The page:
Kim North: We need forward-looking regulation

Kim North

Nobody can deny that 2011 was difficult for many, particularly from a business perspective. Well, if you think you had a hard year, imagine if you were an investor in Arch cru or Keydata funds. Arch cru investors, under the terms of the £54m payment scheme, have until December 31, 2012 to decide whether to accept the offer of about 70 per cent of their investment by way of compensation.

For Keydata investors, the battle for compensation continues. The Financial Services Compensation Scheme has accepted 5,200 claims from Keydata investors and has already paid out £67m but Aifa is concerned about the disclosure of personal information about investors by law firm Herbert Smith, which is acting on behalf of the FSCS. As a result, it is not just a financial loss for Keydata investors but also a potential breach of European privacy laws where they may seek recourse.

What lies ahead? FSA chairman Lord Turner told Prospect magazine recently that regulators are “not clever enough” to spot problem areas and act quickly enough to prevent or limit their damage”. Although this statement can be taken out of context as the UK authorities make contingency plans on the possible break-up of the eurozone following the unprecedented liquidity crisis, Turner’s statement rings true to me.

There seems to have always been a collapse of a financial institution or product type over my long career in financial services. I will not list them here as I would fill the whole of Money Marketing. We really do need more astute regulation that looks forward and does not always act after the event. I hear both Keydata and Arch cru were visited by regulators and no serious warnings were issued about either company and both created such hardship for investors and advisers. IFAs cannot be expected to take responsibility for the collapse of providers that have gained FSA approval. The crazy thing is that the majority of advisers have had nothing to do with either company but have been forced to put their hands in their pockets to sort out compensation.

Looking ahead, we should see further developments on auto-enrolment and the RDR, which will create opportunities for advisers who will have to bear the cost of changing their businesses if they want to be involved with both. We will need further regulatory guidance to ensure full compliance with both before considerable expenditure is undertaken.

I am reading that pundits believe regulation will be better when the FSA is disbanded and replaced with the Prudential Regulation Authority, the Financial Conduct Authority and the Financial Policy Committee as they will have a more “judgemental” remit. How this differs from what the FSA should have been doing, I will never know.

2012 will be marked as the year of the London Olympics but the backdrop will be a long period of weak growth and high unemployment as individuals and banks pay down excessive levels of debt.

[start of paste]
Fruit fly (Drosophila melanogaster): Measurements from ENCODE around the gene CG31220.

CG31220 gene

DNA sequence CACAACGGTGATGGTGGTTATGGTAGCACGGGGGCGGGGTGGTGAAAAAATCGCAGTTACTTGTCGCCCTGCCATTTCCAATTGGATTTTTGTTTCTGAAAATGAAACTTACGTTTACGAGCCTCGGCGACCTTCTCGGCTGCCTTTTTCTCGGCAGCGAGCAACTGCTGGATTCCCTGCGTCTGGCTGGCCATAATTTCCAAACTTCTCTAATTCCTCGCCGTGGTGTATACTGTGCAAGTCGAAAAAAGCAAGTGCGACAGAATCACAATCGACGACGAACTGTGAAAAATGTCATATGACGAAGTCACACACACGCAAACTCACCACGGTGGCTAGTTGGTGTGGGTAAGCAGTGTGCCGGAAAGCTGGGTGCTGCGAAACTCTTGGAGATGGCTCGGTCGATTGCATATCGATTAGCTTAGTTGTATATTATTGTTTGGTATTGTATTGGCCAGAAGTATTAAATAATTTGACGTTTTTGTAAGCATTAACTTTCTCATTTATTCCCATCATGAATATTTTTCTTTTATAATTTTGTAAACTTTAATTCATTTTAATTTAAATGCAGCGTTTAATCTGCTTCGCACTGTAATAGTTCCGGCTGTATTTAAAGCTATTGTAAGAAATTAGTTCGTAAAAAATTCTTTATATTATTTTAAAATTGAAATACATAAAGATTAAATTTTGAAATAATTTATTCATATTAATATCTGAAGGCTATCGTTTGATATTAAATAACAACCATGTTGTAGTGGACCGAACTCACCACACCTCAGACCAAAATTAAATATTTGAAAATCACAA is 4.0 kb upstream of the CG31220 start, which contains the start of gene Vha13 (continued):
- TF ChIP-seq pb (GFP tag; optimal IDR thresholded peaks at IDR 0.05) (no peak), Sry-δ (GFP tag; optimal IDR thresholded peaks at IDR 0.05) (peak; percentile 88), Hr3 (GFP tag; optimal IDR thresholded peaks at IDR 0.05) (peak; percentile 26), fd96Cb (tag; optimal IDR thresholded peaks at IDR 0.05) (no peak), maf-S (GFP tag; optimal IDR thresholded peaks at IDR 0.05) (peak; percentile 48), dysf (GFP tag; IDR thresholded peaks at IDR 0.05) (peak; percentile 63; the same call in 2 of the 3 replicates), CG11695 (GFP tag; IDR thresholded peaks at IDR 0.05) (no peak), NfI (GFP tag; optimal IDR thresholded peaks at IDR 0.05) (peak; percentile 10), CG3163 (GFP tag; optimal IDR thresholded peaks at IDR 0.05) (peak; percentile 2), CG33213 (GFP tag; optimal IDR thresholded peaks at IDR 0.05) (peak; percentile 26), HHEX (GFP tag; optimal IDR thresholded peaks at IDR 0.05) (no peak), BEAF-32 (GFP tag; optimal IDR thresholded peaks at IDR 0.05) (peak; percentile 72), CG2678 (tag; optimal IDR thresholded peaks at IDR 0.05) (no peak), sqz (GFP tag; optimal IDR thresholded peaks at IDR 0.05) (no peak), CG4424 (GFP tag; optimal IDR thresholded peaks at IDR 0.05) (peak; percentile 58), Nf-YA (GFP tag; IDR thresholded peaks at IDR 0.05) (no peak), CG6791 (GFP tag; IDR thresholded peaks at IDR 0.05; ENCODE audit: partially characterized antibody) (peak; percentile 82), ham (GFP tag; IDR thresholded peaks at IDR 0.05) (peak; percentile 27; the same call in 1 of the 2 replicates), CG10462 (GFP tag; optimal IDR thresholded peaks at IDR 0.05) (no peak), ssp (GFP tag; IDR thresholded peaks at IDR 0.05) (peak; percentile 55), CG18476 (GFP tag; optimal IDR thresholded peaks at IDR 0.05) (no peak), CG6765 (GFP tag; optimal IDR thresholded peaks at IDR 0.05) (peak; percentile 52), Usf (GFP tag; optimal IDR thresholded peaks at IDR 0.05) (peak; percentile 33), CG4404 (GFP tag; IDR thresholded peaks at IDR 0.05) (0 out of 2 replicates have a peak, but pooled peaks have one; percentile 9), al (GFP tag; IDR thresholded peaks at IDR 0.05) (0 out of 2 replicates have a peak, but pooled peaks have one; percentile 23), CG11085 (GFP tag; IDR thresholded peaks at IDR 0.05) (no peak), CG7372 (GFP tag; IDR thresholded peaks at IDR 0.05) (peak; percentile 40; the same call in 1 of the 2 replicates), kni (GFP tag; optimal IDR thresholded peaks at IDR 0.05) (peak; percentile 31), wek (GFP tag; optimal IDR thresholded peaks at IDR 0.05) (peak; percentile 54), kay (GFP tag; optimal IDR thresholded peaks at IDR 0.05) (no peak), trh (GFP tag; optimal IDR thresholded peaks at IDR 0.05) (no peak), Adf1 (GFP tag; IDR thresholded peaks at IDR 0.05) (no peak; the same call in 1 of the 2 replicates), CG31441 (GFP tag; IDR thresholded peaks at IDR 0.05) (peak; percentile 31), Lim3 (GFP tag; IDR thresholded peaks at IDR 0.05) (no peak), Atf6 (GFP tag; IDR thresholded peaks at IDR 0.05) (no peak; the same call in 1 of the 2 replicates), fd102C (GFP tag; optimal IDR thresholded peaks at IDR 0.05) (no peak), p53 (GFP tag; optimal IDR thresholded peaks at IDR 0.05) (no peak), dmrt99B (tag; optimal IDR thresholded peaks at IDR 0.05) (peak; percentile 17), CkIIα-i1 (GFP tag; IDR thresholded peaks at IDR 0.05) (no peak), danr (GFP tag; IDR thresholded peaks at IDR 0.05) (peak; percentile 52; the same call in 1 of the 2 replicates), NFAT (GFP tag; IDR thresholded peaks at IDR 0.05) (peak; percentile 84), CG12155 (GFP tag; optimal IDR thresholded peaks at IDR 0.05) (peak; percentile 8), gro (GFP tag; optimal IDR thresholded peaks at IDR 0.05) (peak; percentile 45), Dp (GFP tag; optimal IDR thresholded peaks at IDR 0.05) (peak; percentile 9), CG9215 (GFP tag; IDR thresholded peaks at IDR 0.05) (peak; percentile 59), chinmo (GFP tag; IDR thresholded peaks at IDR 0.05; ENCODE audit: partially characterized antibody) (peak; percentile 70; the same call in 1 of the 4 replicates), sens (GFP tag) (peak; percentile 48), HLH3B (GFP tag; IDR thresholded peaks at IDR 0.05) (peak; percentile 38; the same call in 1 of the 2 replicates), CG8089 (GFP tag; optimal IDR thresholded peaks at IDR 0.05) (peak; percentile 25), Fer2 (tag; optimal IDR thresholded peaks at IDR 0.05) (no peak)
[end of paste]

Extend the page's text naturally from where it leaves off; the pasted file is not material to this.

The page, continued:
Everyone needs strong and forward-looking regulation to ensure investors’ hardship is not amplified because of loss not due to the troubled stockmarkets but the collapse of financial companies which could have been avoided.

A happy new year to all.

Kim North ( is managing director of Technology and Technical


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There are 2 comments at the moment, we would love to hear your opinion too.

  1. Missold Investments 9th January 2012 at 10:21 am

    Let’s not forget the 2000+ investors with ‘capital at risk’ Lehman-backed products from NDFA, DRL and ARC, the three firms that closed down with mis-selling liabilities in 2009. The outstanding exposure is around £50m. FSCS has already compensated some with NDF June, DRL Kickout and ARC 6 plans, others have been denied compensation, and many don’t even know they can claim.

  2. It’s not just about the regulator “not being clever enough”. As has already been admitted in its report into the near collapse of RBS, the bigger issue is the FSA’s misprioritisation of its regulatory powers, either on its own cognisance or because it was told by its masters at the Treasury to concentrate on the wrong areas.

    No regulator can be perfect but, as stated in the Statutory Code of Practice, which the FSA routinely ignores and which is totally unenforced:-

    The Regulators’ Compliance Code is a central part of the Government’s better regulation agenda. Its aim is to embed a risk-based, proportionate and targeted approach to regulatory inspection and enforcement among the regulators it applies to.

    Our expectation is that as regulators integrate the Code’s standards into their regulatory culture and processes, they will become more efficient and effective in their work. They will be able to use their resources in a way that gets the most value out of the effort that they make, whilst delivering significant benefits to low risk and compliant businesses through
    better-focused inspection activity, increased use of advice for businesses, and lower compliance costs.

    What do you have to say about that, Lord Turner?

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